3. and integer primes $p \equiv 3,5 \bmod 8$.

Now, one can use the proof as for the prime elements in $\mathbb{Z}[i]$ almost word by word by first showing that all these elements are in fact prime elements, and then by showing that any prime element must be associated to an element in the list. (Elements of prime norm are prime because they cannot be further factorized in non-units (and using that we work in an UFD here), and elements in (3) with square prime norm are prime because they are not representable) (any prime element has norm in $\mathbb{Z}$ which factorizes there uniquely. Then one can say again that the prime element must have norm $\pm 1$, $\pm p$ or $\pm p^2$, for $p$ being one of the primes dividing the norm in $\mathbb{Z}$. $\pm 1$ cannot be, $\pm p$ and we are in case (1) or (2), and $\pm p^2$ gives case (3) ).

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  • $\begingroup$ As you can probably guess, my question was inspired by studying Neukirch and this exercise comes up before he develops any real Algebraic Number Theory so that is why I was interested in an elementary argument classifying similarly as with the Gaussian integers. In short, this is what I was looking for, thanks! $\endgroup$ – Luke Skywalker Sep 4 '14 at 13:45
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This is a partial (unsatisfyingly partial) answer:

There is a nice theorem in algebraic number theory:

Theorem(Dedekind): Let $\mathcal{O}_K$ be a number ring such that there exists $\alpha\in\mathcal{O}_K$ with $\mathcal{O}_K=\mathbb{Z}[\alpha]$. Let $f(T)$ be the minimal polynomial of $\alpha$ over $\mathbb{Q}$. Then, for every prime $p\in\mathbb{Z}$ let $\overline{g_1(T)}^{e_1}\cdots \overline{g_m(T)}^{e_m}=\overline{f(T)}$ be the prime factorization of $\overline{f(T)}\in\mathbb{F}_p[T]$ (where $g_i(T)\in\mathbb{Z}[T]$). Then, the prime ideals of $\mathcal{O}_K$ lying over $p$ are those of the form $(p,g_i(\alpha))$ for $i=1,\ldots,m$.

So, now we have the case when $K=\mathbb{Q}(\sqrt{2})$, $\alpha=\sqrt{2}$, and $f(T)=T^2-2$. Thus, the find the prime ideal of $\mathbb{Z}[\sqrt{2}]$ lying above $p$ we need only factor $T^2-2$ in $\mathbb{F}_p[T]$. Now, by quadratic reciprocity we know that $2$ has a square root in $\mathbb{F}_p$ if and only if $p\equiv 1,7\mod 8$.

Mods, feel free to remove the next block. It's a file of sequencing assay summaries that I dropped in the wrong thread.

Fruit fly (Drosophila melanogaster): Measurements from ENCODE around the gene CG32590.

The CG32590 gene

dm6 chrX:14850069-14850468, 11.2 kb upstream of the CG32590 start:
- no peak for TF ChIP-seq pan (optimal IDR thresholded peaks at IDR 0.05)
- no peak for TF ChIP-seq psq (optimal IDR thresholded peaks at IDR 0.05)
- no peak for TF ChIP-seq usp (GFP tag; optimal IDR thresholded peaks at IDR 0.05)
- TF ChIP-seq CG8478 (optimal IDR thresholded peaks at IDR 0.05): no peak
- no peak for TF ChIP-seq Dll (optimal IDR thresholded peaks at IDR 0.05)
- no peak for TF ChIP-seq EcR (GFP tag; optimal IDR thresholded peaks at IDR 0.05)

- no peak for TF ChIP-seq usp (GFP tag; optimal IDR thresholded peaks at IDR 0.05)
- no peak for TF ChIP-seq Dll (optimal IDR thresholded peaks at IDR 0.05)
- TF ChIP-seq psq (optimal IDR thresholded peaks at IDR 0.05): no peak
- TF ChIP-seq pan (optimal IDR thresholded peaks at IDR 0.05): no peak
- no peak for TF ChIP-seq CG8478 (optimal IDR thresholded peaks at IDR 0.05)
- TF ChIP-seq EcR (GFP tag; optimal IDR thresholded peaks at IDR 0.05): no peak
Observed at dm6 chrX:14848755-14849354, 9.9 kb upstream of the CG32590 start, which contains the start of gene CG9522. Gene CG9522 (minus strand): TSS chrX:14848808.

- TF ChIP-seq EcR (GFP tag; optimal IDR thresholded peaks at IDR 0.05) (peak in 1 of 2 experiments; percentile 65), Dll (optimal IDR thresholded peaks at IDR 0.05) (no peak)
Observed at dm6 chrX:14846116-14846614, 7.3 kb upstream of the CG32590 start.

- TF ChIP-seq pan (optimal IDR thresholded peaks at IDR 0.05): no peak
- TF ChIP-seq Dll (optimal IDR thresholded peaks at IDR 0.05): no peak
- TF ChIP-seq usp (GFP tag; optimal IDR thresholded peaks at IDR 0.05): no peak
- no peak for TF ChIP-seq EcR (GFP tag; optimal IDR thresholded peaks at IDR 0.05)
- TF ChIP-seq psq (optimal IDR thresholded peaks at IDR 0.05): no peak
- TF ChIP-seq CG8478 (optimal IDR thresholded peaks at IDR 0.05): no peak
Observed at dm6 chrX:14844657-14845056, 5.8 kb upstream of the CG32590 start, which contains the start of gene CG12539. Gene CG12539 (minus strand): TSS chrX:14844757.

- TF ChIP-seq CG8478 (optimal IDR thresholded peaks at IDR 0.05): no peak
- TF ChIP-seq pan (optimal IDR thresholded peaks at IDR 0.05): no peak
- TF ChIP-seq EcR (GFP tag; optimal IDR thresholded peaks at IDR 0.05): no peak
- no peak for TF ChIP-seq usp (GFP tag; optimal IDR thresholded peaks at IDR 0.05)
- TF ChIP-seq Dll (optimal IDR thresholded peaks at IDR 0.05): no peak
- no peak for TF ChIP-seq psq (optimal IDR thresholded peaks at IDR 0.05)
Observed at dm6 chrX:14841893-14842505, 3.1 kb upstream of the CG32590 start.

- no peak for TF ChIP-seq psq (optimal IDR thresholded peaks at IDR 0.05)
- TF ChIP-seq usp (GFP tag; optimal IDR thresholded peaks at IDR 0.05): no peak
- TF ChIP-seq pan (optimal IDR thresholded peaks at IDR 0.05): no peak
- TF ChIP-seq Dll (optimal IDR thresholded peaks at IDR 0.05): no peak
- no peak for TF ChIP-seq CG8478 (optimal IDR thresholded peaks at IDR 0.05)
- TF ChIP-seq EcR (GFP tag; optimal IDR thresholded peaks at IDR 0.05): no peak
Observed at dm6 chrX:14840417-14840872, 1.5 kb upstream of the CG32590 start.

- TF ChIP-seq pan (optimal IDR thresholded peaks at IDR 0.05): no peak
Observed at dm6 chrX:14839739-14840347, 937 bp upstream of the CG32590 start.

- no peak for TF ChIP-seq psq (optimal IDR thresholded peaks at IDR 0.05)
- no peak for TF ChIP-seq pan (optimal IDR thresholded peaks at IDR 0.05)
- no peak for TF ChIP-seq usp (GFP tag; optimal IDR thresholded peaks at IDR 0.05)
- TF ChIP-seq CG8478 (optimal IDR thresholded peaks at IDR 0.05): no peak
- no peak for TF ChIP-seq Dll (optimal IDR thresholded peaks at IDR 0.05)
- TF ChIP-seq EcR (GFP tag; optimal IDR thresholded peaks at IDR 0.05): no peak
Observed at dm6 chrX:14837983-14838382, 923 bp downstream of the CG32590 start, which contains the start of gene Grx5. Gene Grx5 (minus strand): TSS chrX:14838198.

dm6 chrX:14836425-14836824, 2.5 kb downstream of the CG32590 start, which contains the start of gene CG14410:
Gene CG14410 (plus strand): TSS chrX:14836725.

If $p\equiv 3,5\mod 8$ then $T^2-2$ is irreducible in $\mathbb{F}_p[T]$ and thus the prime ideal lying above $p$ is $(p,(\sqrt{2})^2-2)=(p)$.

If $p\equiv 1,7\mod 8$ then we know that $T^2-2$ factors in $\mathbb{F}_p[T]$ as $(T-\beta)(T+\overline{\beta})$ where $\beta$ is some (lift to $\mathbb{Z}$ of a) square root of $2$ in $\mathbb{F}_p$. Thus, Dedekind's theorem tells us that the prime ideals of $\mathbb{Z}[\sqrt{2}]$ lying above $p$ are $(p,\sqrt{2}\pm\beta)$. Now, abstractly we know then that $(p,\sqrt{2}\pm\beta)=\text{gcd}(p,\sqrt{2}\pm\beta)$, and that this gcd can be computed (in theory) using the Euclidean algorithm.

Thus, up to units of $\mathbb{Z}[\sqrt{2}]$ (which are all of the form $\pm(1-\sqrt{2})^n$, $n\in\mathbb{Z}$) the prime elements of $\mathbb{Z}[\sqrt{2}]$ are $p$ for $p\equiv 3,5\mod 8$, and $\text{gcd}(p,\sqrt{2}\pm\beta)$ where $\beta$ is a lift of a square root of $2$ in $\mathbb{F}_p$.

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    $\begingroup$ Thank you for your contribution. This looks like a nice theorem indeed, although I wonder maybe "too strong" for such a "simple" ring like this? Even so, as you point out it gives a partial answer and kind of an abstract characterization with the gcd. Btw, good remark about the units. $\endgroup$ – Luke Skywalker Feb 13 '14 at 18:27
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As you've noticed $N(\alpha)=p$, for a prime $p$, if $\alpha$ is to be a prime element. Let $\alpha=a+b\sqrt{2}$ where $a,b\neq 0$, then $$N(\alpha)=a^2-2b^2=p$$

From this we can see that $a^2\equiv_p 2b^2$. We can assume that $p\not\mid a,b$ so that we get $2\equiv_p (ab^{-1})^2$, that is, $2$ is a quadratic residue in $\mathbb{Z}_p$. This happens only when $p\equiv_8 \pm 1$, because $$\left (\frac{2}{p}\right)=(-1)^{\frac{p^2-1}{8}}\tag{1}$$


$(1)$ is proven here